WeWork’s new executive chairman, Marcelo Claure, held an all-hands meeting with employees on Friday and outlined his plans to get the embattled office-sharing company back on track and working towards profitability.
For over an hour, Claure spoke broadly about WeWork’s values as well as the company’s need to regain trust with both members and the public, CNBC has learned. The meeting followed WeWork’s announcement on Thursday that it was laying off 2,400 employees, or about 19% of its total workforce.
Claure also shared details about WeWork’s strategic plan, which was first presented to the board earlier this week. The company is now aiming to be adjusted EBITDA (earnings before interest, taxes, depreciation and amortization) positive by 2021 and have positive free cash flow by 2023, Claure said. All that means WeWork will have better margins in its core business even if it’s still recording net losses.
For now, WeWork continues to bleed cash, reporting $1.25 billion in losses in the third quarter, a sharp increase from the same period a year earlier. The accumulating deficit shocked public market investors and forced WeWork to withdraw its IPO plans in September, six weeks after filing its prospectus. SoftBank, WeWork’s biggest outside investor, forced out co-founder Adam Neumann and then put a rescue financing package in place, which gave the firm control over the company.
Marcelo Claure speaking at eMerge Americas in Miami on June 12, 2017.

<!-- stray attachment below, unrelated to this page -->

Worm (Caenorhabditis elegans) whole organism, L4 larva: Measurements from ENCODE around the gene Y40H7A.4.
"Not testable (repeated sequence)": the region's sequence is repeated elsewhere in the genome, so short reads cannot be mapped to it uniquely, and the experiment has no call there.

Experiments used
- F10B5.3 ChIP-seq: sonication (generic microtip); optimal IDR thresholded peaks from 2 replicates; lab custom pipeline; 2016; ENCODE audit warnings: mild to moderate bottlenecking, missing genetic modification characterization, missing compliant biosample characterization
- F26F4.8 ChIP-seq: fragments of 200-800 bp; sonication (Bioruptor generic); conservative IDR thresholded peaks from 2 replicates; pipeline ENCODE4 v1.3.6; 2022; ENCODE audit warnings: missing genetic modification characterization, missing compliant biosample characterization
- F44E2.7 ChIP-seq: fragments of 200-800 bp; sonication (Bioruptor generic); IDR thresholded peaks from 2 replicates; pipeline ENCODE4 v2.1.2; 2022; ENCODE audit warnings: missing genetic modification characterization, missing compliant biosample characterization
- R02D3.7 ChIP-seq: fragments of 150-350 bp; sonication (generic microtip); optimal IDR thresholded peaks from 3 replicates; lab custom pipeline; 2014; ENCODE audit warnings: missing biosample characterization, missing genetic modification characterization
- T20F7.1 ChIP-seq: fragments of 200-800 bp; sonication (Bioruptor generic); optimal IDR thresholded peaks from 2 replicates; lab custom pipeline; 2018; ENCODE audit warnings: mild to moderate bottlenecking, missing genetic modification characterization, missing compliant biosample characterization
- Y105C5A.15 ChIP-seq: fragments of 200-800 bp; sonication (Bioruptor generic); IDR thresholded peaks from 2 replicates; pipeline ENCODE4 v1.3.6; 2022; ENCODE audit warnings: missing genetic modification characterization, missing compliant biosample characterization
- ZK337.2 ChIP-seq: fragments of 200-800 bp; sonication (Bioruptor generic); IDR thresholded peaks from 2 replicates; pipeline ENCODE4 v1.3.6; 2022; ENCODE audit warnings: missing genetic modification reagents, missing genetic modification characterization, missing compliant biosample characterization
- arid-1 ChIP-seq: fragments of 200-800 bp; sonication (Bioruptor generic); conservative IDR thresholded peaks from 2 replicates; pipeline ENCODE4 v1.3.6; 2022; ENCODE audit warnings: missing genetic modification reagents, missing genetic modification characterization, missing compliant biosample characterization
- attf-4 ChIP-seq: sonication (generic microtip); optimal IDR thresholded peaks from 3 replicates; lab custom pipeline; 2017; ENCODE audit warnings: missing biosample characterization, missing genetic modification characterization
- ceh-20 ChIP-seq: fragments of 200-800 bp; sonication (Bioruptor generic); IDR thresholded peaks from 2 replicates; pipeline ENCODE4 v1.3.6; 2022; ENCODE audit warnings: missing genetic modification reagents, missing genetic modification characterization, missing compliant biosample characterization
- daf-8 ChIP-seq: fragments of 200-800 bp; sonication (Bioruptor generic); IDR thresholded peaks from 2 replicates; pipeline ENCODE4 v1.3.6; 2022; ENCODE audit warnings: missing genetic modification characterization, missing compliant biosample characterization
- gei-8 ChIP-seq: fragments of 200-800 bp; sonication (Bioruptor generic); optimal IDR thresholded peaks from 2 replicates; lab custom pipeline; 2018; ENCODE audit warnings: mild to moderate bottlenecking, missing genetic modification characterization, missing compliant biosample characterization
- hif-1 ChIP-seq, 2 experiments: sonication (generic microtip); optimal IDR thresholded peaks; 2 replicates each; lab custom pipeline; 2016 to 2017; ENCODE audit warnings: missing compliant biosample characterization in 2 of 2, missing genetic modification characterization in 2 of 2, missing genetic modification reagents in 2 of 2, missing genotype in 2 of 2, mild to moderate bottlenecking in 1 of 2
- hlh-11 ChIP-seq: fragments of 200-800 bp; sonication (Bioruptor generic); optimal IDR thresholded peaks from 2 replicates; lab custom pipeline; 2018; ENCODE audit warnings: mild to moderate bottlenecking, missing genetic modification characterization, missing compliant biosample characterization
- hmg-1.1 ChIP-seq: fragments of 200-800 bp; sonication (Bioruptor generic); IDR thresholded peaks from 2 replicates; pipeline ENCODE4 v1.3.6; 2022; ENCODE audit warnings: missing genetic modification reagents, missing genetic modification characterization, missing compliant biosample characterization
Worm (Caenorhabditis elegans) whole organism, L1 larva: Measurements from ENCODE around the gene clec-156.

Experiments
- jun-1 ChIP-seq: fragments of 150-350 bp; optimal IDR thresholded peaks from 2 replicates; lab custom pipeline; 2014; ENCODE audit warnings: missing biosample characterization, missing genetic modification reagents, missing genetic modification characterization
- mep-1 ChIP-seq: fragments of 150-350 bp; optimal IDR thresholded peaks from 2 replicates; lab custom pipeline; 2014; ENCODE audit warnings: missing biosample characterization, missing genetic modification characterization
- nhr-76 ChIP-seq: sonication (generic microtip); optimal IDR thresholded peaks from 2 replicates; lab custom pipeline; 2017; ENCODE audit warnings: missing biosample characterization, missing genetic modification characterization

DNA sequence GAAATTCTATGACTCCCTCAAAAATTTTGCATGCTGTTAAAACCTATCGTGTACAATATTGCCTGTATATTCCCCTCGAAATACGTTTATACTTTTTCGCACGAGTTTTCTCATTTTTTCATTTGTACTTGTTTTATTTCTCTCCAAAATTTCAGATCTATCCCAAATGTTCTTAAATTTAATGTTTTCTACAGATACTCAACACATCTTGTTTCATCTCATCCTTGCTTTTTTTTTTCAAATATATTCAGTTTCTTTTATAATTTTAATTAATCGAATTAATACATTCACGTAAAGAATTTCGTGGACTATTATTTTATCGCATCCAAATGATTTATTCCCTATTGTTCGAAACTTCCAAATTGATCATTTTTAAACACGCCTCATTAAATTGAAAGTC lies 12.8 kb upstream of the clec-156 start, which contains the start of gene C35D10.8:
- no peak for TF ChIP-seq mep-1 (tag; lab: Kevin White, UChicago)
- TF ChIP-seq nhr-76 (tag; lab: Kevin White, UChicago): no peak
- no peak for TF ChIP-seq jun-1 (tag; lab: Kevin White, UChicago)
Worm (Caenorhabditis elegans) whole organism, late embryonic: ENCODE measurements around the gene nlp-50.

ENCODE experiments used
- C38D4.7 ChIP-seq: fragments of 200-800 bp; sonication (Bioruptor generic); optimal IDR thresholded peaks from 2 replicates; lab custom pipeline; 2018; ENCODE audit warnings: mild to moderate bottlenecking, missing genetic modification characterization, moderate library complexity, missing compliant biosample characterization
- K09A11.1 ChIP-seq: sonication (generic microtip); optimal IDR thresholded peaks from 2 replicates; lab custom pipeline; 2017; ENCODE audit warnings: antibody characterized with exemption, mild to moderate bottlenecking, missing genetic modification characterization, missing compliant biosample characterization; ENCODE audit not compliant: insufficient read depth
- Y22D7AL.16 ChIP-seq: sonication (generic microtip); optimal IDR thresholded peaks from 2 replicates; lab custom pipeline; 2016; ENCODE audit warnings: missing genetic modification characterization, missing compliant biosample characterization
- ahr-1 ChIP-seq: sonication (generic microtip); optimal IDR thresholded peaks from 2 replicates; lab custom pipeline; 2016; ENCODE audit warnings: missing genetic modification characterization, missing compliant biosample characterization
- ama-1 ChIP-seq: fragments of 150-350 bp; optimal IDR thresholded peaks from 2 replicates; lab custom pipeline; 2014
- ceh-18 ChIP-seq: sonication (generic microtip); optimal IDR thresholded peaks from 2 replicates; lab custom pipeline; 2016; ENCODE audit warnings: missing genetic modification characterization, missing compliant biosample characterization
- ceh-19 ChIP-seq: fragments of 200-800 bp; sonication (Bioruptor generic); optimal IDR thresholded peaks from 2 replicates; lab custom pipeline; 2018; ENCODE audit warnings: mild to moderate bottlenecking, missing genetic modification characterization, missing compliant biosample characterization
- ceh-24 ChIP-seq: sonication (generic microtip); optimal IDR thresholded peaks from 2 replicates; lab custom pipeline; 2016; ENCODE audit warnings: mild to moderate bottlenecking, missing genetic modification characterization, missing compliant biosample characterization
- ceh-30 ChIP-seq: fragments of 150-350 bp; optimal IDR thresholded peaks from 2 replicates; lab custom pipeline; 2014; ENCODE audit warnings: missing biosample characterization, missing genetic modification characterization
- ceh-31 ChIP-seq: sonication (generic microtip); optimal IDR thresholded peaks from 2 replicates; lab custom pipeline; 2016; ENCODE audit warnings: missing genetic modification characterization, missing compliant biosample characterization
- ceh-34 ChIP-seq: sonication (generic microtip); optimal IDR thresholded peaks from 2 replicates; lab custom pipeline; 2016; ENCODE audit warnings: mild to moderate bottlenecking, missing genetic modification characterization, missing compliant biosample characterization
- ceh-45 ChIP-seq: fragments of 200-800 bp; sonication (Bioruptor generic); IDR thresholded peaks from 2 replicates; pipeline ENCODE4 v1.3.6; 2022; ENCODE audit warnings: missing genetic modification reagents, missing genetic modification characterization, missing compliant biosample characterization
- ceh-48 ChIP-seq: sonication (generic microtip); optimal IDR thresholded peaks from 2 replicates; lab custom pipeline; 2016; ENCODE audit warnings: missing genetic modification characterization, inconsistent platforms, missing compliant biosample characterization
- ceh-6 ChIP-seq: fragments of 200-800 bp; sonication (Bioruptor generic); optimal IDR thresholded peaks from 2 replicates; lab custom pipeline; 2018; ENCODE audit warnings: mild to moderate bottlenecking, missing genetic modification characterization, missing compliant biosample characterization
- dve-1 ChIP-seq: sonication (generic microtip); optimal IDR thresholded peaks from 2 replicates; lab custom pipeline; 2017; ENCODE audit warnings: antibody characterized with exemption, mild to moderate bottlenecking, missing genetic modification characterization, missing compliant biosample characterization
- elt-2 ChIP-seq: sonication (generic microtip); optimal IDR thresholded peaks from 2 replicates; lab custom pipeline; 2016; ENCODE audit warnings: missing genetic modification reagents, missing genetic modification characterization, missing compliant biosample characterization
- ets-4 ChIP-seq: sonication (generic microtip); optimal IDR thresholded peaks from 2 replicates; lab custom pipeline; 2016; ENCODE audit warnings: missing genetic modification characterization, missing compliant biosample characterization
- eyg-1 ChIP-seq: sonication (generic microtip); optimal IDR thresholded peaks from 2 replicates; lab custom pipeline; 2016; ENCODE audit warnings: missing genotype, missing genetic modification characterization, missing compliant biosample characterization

David A. Grogan | CNBC
WeWork still plans to grow its office locations across the globe and is bringing in more executives from SoftBank. Claure, the Japanese conglomerate’s operating chief, said on Friday that WeWork has hired two people from SoftBank: Michael Bucy as chief transformation officer and Ralf Wenzel as chief product and experience officer. WeWork is also bringing on Maurice Levy, former CEO of Publicis Groupe, as interim chief marketing and communications officer.
Claure laid out six areas of importance for WeWork as it moves forward, including focusing on the core office-sharing business, fostering a high-quality member and employee experience, improving its relationships with landlords and brokers, growing and expanding geographically in a smart and profitable way and adding more ways to monetize spaces.
He said the company intends to run the business with an owner mentality, meaning it will focus on financial discipline and establishing clearer goals and greater accountability. Much of the same language was reiterated in WeWork’s recent “90-day game plan” that included sweeping changes to the business.
Claure then opened the floor to employees and took questions for about 30 minutes. Notably, Neumann wasn’t mentioned once. Since his departure in September, the company has faced criticism for offering the ousted CEO an exit package worth up to $1.7 billion.
SoftBank is now in search of a new CEO for WeWork, while Sebastian Gunningham and Artie Minson have stepped in as co-CEOs.